Good native content can be an enjoyable read, a good insight into a business or industry or even just provide your users with a good laugh. It can also give customers extra value by being useful – can you show customers how to get the most from a product or save money?
Fundamentally, good content is relevant to both you as a business and your customer base.
2. Decide Why You Are Writing And Execute
What’s the purpose of the article? Are you trying to make a sale? Get signups for a newsletter? Drive a download? It is important before you start to write to decide why you are writing. Whatever your reasons, a call to action is absolutely crucial. As is its placement and delivery.
In many cases, advertisers will leave the call to action until the end of the article to allow readers to enjoy the article as they would any editorial content but others opt to place the call to action closer to the start to deliver their advertisement sooner. Decide which works best for your product, for the individual article and the product and execute a clear, precise call to action.
3. Know Your Platform
Native content can be used in a variety of ways, but on all platforms, one thing is consistent: it has to look like what people expect to see. This means that for social media, ads should look at home in the feed and, when clicked on, it has to be familiar.
Native content can be used in a variety of ways, but on all platforms, one thing is consistent: it has to look like what people expect to see.
When writing content that will be used on other websites, it is crucially important that you recognize the platform. This will help build trust from readers and will ensure that they do not view your product with suspicion. Does your piece fit on the site? Is the headline a completely different style? Can users seamlessly switch to your article without it being jarring? Read the intended home of the article, learn their style and you will be able to deliver content that readers connect with and enjoy.
4. Invert The Pyramid
Writing good native content follows the same principle of any editorial content – delivering your important information first. Imagine your article as a layered pyramid with the most important information at the bottom. When writing content, we invert that pyramid and deliver conclusions and takeaways first.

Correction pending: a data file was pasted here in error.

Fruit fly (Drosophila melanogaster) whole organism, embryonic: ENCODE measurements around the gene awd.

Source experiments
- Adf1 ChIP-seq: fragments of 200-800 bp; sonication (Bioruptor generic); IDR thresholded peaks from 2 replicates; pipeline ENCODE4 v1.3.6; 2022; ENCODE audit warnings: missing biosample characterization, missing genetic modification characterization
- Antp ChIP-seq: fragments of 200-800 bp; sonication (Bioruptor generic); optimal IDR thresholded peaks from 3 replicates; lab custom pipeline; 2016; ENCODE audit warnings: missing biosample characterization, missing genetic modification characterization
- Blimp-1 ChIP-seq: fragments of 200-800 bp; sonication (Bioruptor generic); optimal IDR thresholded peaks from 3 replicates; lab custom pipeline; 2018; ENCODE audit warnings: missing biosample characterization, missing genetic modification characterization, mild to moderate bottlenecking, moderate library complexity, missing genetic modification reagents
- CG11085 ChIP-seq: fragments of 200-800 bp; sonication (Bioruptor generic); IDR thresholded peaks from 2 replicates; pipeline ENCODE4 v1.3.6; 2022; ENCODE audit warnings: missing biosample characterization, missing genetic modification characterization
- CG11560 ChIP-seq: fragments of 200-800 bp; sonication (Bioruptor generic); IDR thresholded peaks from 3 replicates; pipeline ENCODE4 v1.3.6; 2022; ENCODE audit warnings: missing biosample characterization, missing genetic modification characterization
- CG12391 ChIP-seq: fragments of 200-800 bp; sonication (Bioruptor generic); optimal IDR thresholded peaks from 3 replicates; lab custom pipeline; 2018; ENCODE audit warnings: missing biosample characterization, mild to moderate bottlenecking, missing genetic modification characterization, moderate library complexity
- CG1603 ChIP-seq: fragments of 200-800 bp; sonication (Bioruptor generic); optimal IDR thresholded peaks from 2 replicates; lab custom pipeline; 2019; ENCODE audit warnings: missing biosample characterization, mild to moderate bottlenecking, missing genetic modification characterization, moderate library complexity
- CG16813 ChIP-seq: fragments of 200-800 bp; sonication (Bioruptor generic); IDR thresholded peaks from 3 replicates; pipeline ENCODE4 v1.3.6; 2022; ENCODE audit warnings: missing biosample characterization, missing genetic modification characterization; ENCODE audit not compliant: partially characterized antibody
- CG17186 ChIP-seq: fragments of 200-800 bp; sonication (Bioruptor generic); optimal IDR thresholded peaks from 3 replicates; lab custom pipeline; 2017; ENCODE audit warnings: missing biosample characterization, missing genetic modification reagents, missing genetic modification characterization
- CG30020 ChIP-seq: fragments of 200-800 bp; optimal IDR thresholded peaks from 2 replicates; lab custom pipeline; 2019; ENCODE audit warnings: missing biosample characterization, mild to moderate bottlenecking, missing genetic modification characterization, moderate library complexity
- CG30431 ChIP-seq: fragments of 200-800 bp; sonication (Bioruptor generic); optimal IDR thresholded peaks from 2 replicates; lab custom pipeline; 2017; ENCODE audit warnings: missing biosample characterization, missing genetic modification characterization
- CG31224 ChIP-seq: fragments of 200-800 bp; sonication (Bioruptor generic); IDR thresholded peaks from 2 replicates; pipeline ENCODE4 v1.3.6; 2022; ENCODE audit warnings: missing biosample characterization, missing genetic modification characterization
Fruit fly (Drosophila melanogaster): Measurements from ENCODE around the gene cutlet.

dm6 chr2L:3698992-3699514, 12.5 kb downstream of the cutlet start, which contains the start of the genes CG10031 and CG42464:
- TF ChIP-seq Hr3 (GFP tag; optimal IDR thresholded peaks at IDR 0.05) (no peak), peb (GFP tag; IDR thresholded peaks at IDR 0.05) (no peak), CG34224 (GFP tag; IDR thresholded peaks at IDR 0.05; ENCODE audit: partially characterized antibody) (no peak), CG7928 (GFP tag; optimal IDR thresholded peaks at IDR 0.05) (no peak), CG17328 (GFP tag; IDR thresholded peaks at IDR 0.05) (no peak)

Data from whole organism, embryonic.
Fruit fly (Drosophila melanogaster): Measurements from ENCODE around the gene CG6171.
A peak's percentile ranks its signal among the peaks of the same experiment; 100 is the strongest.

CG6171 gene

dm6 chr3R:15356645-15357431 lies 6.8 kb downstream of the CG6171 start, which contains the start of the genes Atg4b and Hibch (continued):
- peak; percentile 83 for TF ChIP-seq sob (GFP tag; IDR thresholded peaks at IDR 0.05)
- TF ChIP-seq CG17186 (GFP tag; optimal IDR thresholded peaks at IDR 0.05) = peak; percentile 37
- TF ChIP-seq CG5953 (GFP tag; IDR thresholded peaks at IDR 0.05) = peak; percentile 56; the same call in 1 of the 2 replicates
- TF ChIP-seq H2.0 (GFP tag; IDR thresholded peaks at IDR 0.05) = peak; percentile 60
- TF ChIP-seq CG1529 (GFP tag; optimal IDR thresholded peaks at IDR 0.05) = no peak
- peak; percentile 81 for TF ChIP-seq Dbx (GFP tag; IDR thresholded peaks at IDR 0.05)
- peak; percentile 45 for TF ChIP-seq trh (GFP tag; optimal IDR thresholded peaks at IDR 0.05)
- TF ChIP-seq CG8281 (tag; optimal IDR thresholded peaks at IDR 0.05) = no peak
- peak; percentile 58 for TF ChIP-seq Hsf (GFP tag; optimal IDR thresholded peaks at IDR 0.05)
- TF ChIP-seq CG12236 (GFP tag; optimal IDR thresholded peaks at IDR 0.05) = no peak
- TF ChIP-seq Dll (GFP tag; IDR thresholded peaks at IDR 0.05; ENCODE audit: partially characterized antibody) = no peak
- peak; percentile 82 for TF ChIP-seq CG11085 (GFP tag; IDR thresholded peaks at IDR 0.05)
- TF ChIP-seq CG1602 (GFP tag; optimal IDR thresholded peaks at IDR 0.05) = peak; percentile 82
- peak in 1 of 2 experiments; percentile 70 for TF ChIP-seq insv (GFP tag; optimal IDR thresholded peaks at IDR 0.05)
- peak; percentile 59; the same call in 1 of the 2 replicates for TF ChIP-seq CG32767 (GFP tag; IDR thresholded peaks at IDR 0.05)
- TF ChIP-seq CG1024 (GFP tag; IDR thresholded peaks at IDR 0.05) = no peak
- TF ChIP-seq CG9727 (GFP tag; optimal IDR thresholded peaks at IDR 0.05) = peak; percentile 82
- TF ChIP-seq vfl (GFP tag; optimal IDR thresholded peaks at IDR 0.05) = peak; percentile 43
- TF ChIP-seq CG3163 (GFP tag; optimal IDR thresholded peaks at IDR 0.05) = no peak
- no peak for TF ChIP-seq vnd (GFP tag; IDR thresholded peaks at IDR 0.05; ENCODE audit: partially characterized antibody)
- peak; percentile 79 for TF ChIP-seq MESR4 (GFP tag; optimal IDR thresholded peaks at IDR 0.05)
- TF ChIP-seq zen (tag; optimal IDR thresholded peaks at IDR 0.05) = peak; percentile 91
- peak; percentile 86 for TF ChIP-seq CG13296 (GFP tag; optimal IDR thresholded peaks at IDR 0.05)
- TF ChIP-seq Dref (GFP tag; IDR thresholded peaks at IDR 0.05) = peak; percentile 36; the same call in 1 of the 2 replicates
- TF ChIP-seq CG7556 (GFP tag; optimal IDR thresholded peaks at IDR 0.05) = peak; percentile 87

That allows readers to know instantly what the article is going to tell them and what they can expect.
If we keep that pyramid in mind, we can structure the article in a way that delivers supplemental information in the middle and specialist information towards the end.
5. Own Your Product
While we don’t need you to go into the minutiae of your product, your content should reflect that you are an expert on what you sell. Be authoritative, and speak in a voice that projects your expertise to your customers.
If they have taken the time to click on your headline, there is more than a good chance that a customer is seeking your expertise and your advice. Don’t be afraid to make definitive statements about your product.
However, that means that your article needs to be as well-researched and unimpeachable as any editorial content. If you make a statement of fact, you will need to cite references that are as unbiased as possible.
6. Write For The Web
How readers consume online content has shifted over the last number of years and it is crucial that advertisers recognize that shift. Your content should be structured in such a way that makes it readable and accessible for readers.
A successful native piece will:
- Use lists where possible – putting information after numbered headlines allows readers to scan the article
- Contain simple, short, but information-rich headlines
- Have short sentences
- Have a number of cross- or sub-headings that contain keywords linked to the topic to allow easy searching
- Link to relevant extra information rather than attempting to place massive amounts of text in one page
- Be conversational and engaging
- Include keywords throughout the copy, links and headings
Follow these tips to instantly improve your native content and create better user journeys for your users.